The Buddha's Vision of the End of the World
Source: Humans Are Free
The end time (also called end times, end of time, end of days, last days, final days, or eschaton) is a future time-period described variously in the eschatologies of several world religions which believe that world events will achieve a final climax.
The Abrahamic faiths maintain a linear cosmology, with end-time scenarios containing themes of transformation and redemption.
In Judaism, the term “end of days” makes reference to the Messianic Age, and includes an in-gathering of the exiled Jewish diaspora, the coming of the Messiah, the resurrection of the righteous and the world to come.
Some sects of Christianity depict the world will come to an end through a series of cataclysmic events followed by resurrection of departed souls and judgment day.
According to Vedic tradition, Aditi is mother of eight Adityas or solar deities (suns). At the end of creation these eight suns will shine together in the skies.
In the following sermon, the Buddha speaks of how seven suns will appear in the sky and how the planet earth will eventually be destroyed, after many hundreds and thousands of years, through a series of cataclysmic events which are described below.
The Buddha also clearly mentions that all life forms will vanish before the appearance of the second sun. Thereafter the earth will be a dead planet ready for its eventual destruction.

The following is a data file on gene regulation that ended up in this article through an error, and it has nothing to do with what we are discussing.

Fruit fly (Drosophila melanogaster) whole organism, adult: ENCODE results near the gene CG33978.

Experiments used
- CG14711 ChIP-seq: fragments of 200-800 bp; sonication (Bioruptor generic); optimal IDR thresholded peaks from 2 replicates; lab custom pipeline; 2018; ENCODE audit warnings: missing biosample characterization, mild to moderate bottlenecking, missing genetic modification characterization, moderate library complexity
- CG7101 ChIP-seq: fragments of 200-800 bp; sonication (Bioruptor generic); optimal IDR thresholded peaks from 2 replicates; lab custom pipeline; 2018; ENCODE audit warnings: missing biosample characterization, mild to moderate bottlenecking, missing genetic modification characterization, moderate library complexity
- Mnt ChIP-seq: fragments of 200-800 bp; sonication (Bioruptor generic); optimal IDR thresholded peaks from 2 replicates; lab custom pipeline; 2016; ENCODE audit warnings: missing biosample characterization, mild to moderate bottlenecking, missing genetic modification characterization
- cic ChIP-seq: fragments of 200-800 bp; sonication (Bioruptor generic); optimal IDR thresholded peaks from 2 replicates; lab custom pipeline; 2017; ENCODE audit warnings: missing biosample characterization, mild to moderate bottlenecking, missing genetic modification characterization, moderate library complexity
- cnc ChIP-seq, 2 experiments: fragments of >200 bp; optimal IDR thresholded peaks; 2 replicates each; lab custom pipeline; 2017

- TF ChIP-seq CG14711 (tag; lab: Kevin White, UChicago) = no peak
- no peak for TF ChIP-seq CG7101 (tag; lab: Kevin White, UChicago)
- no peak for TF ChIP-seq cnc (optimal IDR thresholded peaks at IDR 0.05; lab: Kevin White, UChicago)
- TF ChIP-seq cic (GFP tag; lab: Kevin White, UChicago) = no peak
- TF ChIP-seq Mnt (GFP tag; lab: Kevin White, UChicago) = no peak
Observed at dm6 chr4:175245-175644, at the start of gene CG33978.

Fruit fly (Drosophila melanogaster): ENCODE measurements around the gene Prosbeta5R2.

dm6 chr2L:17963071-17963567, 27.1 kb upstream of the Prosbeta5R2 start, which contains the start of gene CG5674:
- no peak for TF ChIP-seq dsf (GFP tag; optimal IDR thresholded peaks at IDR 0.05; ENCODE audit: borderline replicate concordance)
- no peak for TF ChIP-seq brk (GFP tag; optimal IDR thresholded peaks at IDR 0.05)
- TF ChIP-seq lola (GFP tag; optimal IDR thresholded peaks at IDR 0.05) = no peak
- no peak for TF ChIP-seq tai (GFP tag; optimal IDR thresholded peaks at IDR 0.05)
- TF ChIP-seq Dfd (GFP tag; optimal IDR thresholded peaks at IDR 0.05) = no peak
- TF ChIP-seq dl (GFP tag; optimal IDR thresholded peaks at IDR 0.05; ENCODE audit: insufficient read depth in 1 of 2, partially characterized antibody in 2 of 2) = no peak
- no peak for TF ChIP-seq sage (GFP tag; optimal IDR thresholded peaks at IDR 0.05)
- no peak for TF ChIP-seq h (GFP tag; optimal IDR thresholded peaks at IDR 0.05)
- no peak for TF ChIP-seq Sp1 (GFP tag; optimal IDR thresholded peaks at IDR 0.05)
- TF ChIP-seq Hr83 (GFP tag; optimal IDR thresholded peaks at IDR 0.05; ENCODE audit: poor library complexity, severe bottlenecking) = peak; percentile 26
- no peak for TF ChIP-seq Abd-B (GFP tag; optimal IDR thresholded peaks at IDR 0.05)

The seven suns mentioned in the discourse probably are various planets of the solar system that would become hot and shine like stars due to some changes in the activity of the sun or its gravitational force.
The manner in which the drying up of the planet earth is described reminds one of the greenhouse effect and the events that might have happened on planets like Mars which had once oceans and rivers and probably life forms.
The Buddha delivered this sermon to remind his disciples of the impermanent nature of the world and of our existence, which is subject to decay and renewal and from which even a god like Brahma is not free unless he overcomes it by practicing Dhamma and following the eight-fold path.
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